Physics is the study of laws that govern the behavior and interaction of energy and matter. It encompasses the entire physical universe and everything in it.
Why Study Physics?
Physics is essential to understanding the world around us, the world inside us, and the world beyond us. It is the most basic and fundamental science. Physics challenges our imaginations with concepts like relativity and string theory, and it leads to great discoveries, like computers and lasers, that lead to technologies which change our lives—from healing joints, to curing cancer, to developing sustainable energy solutions.
Like Science? It All Began with Physics!
Physics encompasses the study of the universe from the largest galaxies to the smallest subatomic particles. Moreover, it's the basis of many other sciences, including chemistry, oceanography, seismology, and astronomy (and can be applied to biology or medical science). All are easily accessible with a bachelor's degree in physics.
A physics training and education provides students with a helpful and flexible skill set that opens doors to a wide variety of career paths both within the traditional academic or research fields and within industry. In fact, most physics graduates will move into careers that they may never have imagined as they pursued their physics degree. Unfortunately, unlike other professions, these non-traditional jobs rarely carry the word "physicist" in their title, making our profession one with a large group of "hidden physicists" out in the world making a difference. Check out our poster below … can you "Spot the Physicist"?
Physics Major Key Skills & Knowledge
- Analytical: Organize, analyze and interpret scientific data; compare ideas and information; articulate and analytical; careful attention to detail.
- Technical: Computer simulation/modeling; laboratory techniques; operation of scientific equipment and safety procedures; programming and systems analysis skills.
- Communication: Preparing technical or research reports; synthesizing complex information to present ideas and data clearly.
- Organizational: Conceptualize and implement projects a and meet deadlines; observation and decision-making skills.
- Critical thinking: Critical thinking and problem solving.
- Research: Utilize survey research methods research skills; defining problems and developing research designs and models; curiosity, imagination, and creativity; provide relevant perspectives ability to make projections.
- Mathematical and observational skills: Utilize the appropriate mathematical formulas to perform calculations.
Employment Prospects (www.cap.ca/)
A comprehensive study of employment prospects for Canadian Physics Graduates (the Highly Qualified Personnel Study) was conducted by members of the CAP as part of a review of Canadian Academic Physics. This study was based on 945 responses from individuals who obtained their B.Sc. in Physics between 1985 and 1996. Of these, roughly 25% had gone on to complete a M.Sc. as their highest degree and 25% had gone on to complete a Ph.D. Among the findings of this study are:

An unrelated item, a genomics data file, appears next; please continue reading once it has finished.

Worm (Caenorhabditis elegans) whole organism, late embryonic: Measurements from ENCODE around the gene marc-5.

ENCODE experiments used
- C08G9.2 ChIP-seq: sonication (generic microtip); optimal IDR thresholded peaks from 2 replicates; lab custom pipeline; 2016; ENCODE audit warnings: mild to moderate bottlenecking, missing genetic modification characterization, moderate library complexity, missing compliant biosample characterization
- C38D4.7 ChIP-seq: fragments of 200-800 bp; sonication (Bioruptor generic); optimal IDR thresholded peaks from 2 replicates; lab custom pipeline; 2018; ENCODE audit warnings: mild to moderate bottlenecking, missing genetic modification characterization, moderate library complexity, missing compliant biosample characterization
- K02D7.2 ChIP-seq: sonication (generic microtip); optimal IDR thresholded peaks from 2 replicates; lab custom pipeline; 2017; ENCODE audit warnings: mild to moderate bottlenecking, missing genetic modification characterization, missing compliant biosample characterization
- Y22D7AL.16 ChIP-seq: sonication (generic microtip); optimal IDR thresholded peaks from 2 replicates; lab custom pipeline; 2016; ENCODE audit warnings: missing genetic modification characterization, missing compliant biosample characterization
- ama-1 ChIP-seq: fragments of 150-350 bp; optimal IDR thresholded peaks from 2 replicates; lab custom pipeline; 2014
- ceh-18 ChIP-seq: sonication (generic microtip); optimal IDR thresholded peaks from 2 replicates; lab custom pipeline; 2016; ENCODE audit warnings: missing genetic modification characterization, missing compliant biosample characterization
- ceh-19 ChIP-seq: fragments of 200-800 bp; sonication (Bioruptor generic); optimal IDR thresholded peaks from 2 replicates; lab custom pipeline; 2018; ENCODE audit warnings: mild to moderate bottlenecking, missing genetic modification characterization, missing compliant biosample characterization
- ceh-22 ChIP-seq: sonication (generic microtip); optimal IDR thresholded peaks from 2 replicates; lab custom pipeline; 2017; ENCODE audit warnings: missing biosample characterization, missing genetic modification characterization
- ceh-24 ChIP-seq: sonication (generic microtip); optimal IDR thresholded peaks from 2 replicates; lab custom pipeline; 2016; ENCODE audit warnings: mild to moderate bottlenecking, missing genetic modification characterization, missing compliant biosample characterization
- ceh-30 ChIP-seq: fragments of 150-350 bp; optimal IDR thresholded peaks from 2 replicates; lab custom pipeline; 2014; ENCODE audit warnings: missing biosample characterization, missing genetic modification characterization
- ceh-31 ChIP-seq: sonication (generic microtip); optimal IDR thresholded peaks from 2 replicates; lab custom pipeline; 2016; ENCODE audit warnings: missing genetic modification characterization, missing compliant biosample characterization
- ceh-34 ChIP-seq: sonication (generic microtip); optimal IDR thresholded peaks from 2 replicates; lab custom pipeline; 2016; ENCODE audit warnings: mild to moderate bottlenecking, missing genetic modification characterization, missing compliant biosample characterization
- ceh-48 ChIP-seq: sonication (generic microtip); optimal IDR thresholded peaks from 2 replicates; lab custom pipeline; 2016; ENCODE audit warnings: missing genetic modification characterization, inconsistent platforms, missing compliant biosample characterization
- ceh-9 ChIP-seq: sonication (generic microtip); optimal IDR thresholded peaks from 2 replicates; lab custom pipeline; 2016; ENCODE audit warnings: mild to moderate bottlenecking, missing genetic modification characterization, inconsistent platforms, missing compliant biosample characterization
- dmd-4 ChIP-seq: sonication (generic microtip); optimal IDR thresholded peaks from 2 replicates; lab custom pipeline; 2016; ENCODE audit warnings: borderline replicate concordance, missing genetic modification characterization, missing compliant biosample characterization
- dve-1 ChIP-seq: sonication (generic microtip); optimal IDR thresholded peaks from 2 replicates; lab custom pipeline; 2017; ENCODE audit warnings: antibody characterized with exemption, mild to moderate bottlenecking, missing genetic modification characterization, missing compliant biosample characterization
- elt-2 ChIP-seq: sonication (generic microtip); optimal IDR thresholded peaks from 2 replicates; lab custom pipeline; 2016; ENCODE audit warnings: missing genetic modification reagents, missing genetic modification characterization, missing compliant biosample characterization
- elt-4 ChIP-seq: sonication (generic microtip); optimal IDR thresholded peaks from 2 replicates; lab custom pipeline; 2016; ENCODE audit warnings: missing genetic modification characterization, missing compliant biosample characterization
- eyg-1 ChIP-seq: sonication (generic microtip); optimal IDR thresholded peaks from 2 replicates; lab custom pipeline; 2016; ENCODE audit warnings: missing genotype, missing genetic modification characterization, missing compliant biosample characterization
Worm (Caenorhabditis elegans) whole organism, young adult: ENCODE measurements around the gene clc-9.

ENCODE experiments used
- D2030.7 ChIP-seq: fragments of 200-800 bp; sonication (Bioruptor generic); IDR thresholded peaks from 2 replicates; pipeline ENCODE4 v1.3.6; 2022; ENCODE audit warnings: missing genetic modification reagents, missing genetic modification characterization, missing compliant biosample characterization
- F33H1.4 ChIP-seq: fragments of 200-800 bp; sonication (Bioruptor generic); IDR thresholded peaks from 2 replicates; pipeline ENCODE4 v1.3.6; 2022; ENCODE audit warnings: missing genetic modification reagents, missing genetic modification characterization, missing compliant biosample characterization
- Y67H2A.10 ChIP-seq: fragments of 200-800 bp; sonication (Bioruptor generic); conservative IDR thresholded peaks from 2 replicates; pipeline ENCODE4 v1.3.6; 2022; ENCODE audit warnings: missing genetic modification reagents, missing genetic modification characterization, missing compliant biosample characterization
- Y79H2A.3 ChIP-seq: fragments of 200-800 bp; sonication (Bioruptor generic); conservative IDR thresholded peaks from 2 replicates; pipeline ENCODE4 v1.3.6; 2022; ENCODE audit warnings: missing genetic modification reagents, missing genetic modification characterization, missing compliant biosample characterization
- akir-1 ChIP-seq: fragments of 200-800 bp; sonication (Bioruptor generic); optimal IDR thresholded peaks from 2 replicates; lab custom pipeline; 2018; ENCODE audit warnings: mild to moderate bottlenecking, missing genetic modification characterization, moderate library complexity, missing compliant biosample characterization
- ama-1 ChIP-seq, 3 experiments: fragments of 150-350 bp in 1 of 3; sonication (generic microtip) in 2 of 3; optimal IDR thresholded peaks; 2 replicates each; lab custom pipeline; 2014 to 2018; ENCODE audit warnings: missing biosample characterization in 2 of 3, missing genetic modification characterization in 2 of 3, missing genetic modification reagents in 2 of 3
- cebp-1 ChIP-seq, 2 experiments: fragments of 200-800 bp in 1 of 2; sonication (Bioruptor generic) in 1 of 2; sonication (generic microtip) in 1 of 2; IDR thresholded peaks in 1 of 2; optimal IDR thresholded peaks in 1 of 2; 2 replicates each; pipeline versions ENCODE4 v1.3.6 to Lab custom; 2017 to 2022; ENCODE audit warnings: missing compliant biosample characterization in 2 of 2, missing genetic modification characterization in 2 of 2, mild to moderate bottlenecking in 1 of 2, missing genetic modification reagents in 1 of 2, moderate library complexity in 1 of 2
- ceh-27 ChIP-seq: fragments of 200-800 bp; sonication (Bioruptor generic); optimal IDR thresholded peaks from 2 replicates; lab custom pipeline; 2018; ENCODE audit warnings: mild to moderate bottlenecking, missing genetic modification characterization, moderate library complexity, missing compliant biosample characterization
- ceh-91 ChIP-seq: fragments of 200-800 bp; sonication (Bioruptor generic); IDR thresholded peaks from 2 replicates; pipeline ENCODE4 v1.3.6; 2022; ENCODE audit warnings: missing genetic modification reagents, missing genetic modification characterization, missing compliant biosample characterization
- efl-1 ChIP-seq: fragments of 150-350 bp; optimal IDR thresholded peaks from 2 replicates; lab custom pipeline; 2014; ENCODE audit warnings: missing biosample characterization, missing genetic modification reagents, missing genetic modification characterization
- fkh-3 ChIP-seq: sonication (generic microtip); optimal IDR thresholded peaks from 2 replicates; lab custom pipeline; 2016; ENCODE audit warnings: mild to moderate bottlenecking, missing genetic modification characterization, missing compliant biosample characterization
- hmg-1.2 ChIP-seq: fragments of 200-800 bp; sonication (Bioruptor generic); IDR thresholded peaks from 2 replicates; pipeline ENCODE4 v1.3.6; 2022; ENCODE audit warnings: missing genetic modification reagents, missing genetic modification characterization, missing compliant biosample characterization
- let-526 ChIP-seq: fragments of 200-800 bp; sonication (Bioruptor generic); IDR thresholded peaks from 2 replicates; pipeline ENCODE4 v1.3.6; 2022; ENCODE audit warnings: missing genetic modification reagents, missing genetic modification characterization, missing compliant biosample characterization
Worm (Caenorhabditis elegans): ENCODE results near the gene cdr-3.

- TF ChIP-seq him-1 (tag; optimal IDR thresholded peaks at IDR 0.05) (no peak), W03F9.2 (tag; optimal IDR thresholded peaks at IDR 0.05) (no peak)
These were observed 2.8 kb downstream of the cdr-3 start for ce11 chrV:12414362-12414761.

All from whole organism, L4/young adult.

- The level of unemployment within this group was 2-3% with unemployment of those with graduate degrees being less than 1%
- Physics graduates can find employment in a wide range of areas. For the group covered by the survey, who were relatively recent graduates, the distribution was:
- Research and Development - 25.8%, Teaching - 24.1%, Computing - 12.2%, Health Sciences - 6.2%, Management and administration - 4.6%, Product Development - 4.0%, Consulting - 4.0%, Sales and Marketing - 3.4%, Other - 15.8%.
- Across the entire group, 52% said that they used their physics background directly and a further 41% said that they used the skills and modes of thought obtained from their education in Physics. Of those with graduate degrees, only 3% felt that their education in Physics was not relevant to their employment.
This study concluded that physics graduates experience very low levels of unemployment at least partially due to the many career paths open to them both in traditional physics areas and beyond.
Sample Job Titles
Aerospace Research Scientist, Astronaut, Astronomer, Astrophysicist, Biophysicist, Computer Programmer, Environmental Analyst, Environmental Health Specialist, Geneticist, Inorganic Analyst, Laboratory Technician, Occupational Health & Safety Specialist, Physicist, Quality Assurance Assistant, Research & Development Scientist, Science Laboratory Technician, Systems Analyst, Teacher / Professor, Technical Writer, Potential Industries
*Please note some of these positions may require further training, certification or education.
Acoustics, Administration & Management, Aerospace, Applied Research & Development, Astronomy, Astrophysics, Biophysics, Climatology, Computers & Technology, Consulting, Defense ‐ National, Education, Environment / Conservation, Government, Healthcare, Hi-Tech Industry, Numerical Modeling, Observatories, Planetarium / Science centres, Post-Secondary Institutes, Space, Science Research, Technical Writer, Technologist, Technology, Writing
Job Sites & TrendsPhysics Trends: Field of Employment and Earnings for Physics Majors (www.AIP.org)
Associations & Professional Development